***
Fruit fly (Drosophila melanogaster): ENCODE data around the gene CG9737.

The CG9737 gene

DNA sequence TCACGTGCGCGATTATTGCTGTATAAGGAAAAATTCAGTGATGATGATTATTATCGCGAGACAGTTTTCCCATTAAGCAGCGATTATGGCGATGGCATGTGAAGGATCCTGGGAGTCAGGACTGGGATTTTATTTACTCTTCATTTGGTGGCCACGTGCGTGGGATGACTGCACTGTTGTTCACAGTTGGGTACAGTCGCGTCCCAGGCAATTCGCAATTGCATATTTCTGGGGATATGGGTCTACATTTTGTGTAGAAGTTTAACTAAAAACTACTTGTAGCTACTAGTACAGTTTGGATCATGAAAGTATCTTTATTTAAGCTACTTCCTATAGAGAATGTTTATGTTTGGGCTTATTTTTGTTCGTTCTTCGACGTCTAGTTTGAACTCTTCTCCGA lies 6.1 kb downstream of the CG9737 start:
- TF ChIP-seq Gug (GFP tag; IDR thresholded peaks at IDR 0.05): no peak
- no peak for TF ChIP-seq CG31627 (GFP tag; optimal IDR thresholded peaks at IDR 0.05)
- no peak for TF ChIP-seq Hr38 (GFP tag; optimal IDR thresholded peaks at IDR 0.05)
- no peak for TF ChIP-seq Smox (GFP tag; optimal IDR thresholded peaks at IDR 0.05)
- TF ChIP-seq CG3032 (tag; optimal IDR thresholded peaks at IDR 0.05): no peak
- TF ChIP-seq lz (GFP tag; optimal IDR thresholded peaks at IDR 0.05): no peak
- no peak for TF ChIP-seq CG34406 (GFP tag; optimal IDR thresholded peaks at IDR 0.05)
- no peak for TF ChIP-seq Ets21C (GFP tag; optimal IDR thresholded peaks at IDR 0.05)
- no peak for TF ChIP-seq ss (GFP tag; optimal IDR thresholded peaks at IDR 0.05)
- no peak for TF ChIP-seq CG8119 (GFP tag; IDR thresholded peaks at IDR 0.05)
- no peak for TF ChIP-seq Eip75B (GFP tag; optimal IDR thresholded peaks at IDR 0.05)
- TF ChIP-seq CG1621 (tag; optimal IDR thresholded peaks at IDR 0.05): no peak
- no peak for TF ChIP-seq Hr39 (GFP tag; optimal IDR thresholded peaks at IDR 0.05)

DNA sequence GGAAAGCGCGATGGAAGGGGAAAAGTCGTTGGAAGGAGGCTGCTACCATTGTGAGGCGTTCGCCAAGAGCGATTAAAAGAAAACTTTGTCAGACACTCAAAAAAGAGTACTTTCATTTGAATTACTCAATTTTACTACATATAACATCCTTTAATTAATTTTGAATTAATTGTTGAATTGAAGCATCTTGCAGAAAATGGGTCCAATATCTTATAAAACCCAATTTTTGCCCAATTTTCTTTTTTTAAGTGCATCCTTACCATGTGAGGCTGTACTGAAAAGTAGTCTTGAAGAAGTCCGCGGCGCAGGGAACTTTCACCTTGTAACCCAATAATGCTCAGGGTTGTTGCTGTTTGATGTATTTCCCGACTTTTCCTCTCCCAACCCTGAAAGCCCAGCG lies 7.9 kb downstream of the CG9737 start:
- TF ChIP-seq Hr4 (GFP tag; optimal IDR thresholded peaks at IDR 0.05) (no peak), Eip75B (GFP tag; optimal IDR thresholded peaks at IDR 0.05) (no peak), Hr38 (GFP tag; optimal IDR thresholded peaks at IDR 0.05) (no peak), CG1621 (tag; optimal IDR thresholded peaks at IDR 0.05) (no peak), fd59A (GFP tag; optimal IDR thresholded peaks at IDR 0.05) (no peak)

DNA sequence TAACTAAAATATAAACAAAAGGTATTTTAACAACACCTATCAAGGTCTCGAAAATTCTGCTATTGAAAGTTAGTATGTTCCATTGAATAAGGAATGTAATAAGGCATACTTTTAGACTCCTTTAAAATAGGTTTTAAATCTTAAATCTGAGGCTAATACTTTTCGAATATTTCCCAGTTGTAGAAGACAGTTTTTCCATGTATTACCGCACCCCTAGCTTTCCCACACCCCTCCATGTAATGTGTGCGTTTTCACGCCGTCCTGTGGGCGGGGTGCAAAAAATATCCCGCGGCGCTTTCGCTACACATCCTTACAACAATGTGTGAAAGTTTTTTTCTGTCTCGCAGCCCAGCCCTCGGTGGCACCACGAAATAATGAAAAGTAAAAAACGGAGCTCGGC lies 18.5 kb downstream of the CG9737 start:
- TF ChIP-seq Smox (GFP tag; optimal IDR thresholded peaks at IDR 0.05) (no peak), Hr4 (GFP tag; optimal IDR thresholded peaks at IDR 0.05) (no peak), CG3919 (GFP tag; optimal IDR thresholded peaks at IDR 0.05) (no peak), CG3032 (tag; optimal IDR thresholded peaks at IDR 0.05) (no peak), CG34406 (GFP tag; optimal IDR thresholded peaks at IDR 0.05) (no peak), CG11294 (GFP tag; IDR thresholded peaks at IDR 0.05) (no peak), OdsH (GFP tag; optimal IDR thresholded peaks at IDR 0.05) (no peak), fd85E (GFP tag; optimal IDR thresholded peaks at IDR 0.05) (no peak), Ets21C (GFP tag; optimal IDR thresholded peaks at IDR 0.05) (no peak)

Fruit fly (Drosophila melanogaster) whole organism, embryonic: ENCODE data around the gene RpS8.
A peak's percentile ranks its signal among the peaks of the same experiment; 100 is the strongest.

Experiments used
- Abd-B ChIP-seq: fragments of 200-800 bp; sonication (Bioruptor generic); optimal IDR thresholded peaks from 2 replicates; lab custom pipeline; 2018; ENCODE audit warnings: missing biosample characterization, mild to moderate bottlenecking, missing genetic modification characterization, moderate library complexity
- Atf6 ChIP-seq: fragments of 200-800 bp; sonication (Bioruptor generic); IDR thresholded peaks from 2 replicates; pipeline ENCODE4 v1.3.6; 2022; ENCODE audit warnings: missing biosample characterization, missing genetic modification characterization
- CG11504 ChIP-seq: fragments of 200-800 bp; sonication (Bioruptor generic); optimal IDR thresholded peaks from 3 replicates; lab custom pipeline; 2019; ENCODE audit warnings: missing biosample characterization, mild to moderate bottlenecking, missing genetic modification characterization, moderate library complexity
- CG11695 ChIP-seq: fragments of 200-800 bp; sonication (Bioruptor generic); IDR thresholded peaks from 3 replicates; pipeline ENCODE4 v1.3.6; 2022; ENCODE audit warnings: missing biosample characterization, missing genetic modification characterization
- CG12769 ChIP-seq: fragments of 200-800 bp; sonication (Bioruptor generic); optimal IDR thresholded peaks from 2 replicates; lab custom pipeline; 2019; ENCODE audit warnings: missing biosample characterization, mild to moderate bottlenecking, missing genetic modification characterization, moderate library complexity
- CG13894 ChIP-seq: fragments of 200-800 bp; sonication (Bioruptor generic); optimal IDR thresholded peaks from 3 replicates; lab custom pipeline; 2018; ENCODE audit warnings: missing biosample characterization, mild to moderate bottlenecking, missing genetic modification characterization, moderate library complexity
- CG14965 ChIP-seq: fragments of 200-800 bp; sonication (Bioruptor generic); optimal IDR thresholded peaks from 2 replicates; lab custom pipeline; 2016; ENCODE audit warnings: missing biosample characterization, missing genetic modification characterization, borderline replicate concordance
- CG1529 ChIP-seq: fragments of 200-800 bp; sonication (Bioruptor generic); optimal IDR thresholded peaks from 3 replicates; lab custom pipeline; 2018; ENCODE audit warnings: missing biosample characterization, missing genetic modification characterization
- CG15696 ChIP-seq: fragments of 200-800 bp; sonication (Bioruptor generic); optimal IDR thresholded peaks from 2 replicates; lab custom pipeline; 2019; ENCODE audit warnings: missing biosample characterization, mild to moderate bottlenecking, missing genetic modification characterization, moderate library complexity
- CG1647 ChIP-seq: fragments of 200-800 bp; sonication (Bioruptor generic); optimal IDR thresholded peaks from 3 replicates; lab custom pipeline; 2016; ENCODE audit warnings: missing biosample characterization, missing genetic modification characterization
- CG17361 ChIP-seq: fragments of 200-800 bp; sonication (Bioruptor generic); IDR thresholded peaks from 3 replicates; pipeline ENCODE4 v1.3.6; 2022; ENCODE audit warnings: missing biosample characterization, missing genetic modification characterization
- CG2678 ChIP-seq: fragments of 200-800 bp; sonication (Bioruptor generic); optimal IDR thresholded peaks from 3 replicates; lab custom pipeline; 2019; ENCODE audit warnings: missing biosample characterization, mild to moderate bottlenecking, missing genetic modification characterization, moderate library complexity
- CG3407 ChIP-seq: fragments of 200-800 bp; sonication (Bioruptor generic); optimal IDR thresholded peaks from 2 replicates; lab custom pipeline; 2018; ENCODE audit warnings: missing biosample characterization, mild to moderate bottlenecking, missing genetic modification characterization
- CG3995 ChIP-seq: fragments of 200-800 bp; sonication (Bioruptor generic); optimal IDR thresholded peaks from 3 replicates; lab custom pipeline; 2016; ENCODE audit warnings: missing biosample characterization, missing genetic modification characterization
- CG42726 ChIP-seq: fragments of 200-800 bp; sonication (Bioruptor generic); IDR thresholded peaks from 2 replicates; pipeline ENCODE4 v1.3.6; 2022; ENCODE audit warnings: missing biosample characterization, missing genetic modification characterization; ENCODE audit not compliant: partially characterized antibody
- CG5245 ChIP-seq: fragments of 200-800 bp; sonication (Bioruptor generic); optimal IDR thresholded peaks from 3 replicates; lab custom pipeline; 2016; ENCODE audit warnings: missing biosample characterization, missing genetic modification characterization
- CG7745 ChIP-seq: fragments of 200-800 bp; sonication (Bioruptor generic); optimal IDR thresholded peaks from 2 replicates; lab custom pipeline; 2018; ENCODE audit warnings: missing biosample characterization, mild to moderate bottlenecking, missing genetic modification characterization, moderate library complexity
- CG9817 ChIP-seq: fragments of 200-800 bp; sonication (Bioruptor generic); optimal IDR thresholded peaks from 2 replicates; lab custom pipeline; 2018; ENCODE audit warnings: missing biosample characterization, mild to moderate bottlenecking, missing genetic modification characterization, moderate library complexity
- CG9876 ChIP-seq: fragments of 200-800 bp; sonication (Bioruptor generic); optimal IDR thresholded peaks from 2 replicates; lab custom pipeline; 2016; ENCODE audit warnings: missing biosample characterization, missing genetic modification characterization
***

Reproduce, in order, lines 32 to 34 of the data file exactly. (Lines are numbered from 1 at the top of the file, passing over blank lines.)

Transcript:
- CG15696 ChIP-seq: fragments of 200-800 bp; sonication (Bioruptor generic); optimal IDR thresholded peaks from 2 replicates; lab custom pipeline; 2019; ENCODE audit warnings: missing biosample characterization, mild to moderate bottlenecking, missing genetic modification characterization, moderate library complexity
- CG1647 ChIP-seq: fragments of 200-800 bp; sonication (Bioruptor generic); optimal IDR thresholded peaks from 3 replicates; lab custom pipeline; 2016; ENCODE audit warnings: missing biosample characterization, missing genetic modification characterization
- CG17361 ChIP-seq: fragments of 200-800 bp; sonication (Bioruptor generic); IDR thresholded peaks from 3 replicates; pipeline ENCODE4 v1.3.6; 2022; ENCODE audit warnings: missing biosample characterization, missing genetic modification characterization